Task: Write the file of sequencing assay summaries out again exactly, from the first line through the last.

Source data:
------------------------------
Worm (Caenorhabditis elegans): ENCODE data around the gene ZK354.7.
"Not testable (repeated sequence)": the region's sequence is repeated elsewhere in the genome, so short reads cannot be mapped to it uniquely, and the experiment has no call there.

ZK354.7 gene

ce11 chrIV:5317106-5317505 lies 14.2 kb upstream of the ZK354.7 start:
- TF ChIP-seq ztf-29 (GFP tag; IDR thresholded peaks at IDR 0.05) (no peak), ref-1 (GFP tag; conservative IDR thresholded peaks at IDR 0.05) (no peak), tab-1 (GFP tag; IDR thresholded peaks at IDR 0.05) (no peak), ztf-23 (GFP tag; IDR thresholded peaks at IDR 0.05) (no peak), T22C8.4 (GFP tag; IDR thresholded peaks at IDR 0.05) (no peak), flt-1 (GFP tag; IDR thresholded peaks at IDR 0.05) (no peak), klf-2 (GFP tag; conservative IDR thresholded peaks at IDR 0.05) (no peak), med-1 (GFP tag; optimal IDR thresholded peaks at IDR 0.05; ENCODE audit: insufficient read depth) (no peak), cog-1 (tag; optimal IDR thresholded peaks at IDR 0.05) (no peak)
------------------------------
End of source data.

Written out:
Worm (Caenorhabditis elegans): ENCODE data around the gene ZK354.7.
"Not testable (repeated sequence)": the region's sequence is repeated elsewhere in the genome, so short reads cannot be mapped to it uniquely, and the experiment has no call there.

ZK354.7 gene

ce11 chrIV:5317106-5317505 lies 14.2 kb upstream of the ZK354.7 start:
- TF ChIP-seq ztf-29 (GFP tag; IDR thresholded peaks at IDR 0.05) (no peak), ref-1 (GFP tag; conservative IDR thresholded peaks at IDR 0.05) (no peak), tab-1 (GFP tag; IDR thresholded peaks at IDR 0.05) (no peak), ztf-23 (GFP tag; IDR thresholded peaks at IDR 0.05) (no peak), T22C8.4 (GFP tag; IDR thresholded peaks at IDR 0.05) (no peak), flt-1 (GFP tag; IDR thresholded peaks at IDR 0.05) (no peak), klf-2 (GFP tag; conservative IDR thresholded peaks at IDR 0.05) (no peak), med-1 (GFP tag; optimal IDR thresholded peaks at IDR 0.05; ENCODE audit: insufficient read depth) (no peak), cog-1 (tag; optimal IDR thresholded peaks at IDR 0.05) (no peak)